“Traveling is a fountain of youth,” says Christina Daggett, as she sits down to dinner with her husband, Tim. It’s evening in the town of Hawick, Scotland, where they are currently staying. “I can’t imagine going back to the States or our old lifestyle. Nothing could be better than what we’re doing now.”
For Lindsay Hackston, her daily commute on a tropical island easily beats the one she left behind in California. “I drive to work in my golf cart, stress-free, which I love. I enjoy my home, which is on the water, with an amazing view that includes wildlife such as crocodiles, anteaters, parrots, and other exotic creatures.” Home for Lindsay is the island of Ambergris Caye, Belize. For the last 28 years she has owned and operated Belizean Arts, an art gallery popular with North American visitors and expats on the island.
Since arriving in the Costa Rican mountain town of San Ramón, John and Caryl Buford have done much to endear themselves to the local community. But they’re especially proud of bringing TubaChristmas to Costa Rica, which has performed favorite Christmas carols since 2011.
Becky and Ken Campeau have a busy retirement—and wouldn’t have it any other way. “I would love to tell you about being retired and enjoying our down time relaxing and playing,” says Ken. “But we stay active in community projects and socializing with our friends.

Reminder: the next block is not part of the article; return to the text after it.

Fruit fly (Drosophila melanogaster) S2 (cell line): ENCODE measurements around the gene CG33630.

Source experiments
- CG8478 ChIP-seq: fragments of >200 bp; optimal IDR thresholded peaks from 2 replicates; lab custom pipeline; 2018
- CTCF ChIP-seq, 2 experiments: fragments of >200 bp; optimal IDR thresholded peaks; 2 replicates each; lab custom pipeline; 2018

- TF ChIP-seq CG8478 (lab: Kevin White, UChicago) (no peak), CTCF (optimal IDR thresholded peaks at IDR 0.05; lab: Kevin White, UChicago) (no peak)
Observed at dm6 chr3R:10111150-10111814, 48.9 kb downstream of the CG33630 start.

For Chuck and Susan Bussey, relocating to the highland town of Cotacachi, Ecuador, was the move that saved their retirement. They both had good jobs in Georgia, where Chuck was an airline mechanic for Delta Airlines and Susan was a dental hygienist.
The breeze carries the scent of flowers from the frangipani trees. A wisp of incense floats your way from the little canang sari offering baskets that your housekeeper has placed to invite balance and harmony into your home. Kites fly lazily in the brilliant blue sky, while the ocean in front of you is calm and inviting.
“As a teenager, I occasionally thought about retirement, which would be many years in the future,” says David Van Harn. “I came to the conclusion that I wanted to live somewhere where there would be things happening in the area nearly every day of the week, and I wouldn’t be isolated with only other seniors.
"Managing your life is not nearly as important as living it. My life is much simpler now and less complicated. I’m much happier.” This is how Susan Burnett describes her life since retiring to the city of Cuenca, Ecuador. “My apartment has twice the space I had in Denver, without having to pay twice the price for it,” she says.
“If I had stayed in the U.S., I’d be dead now,” says Warren Sklar, reflecting on his new life in Ecuador. “I was 140 pounds heavier, I was having a very difficult time controlling my blood pressure with three medications, and my diabetes was pretty much out of control.”
“We made a trip basically around the whole country, and as we passed through this area for the very first time, I made the cab driver stop. I got out and said, ‘This is fantastic!’” says Doug Klaver of the small town in Ecuador he now calls home.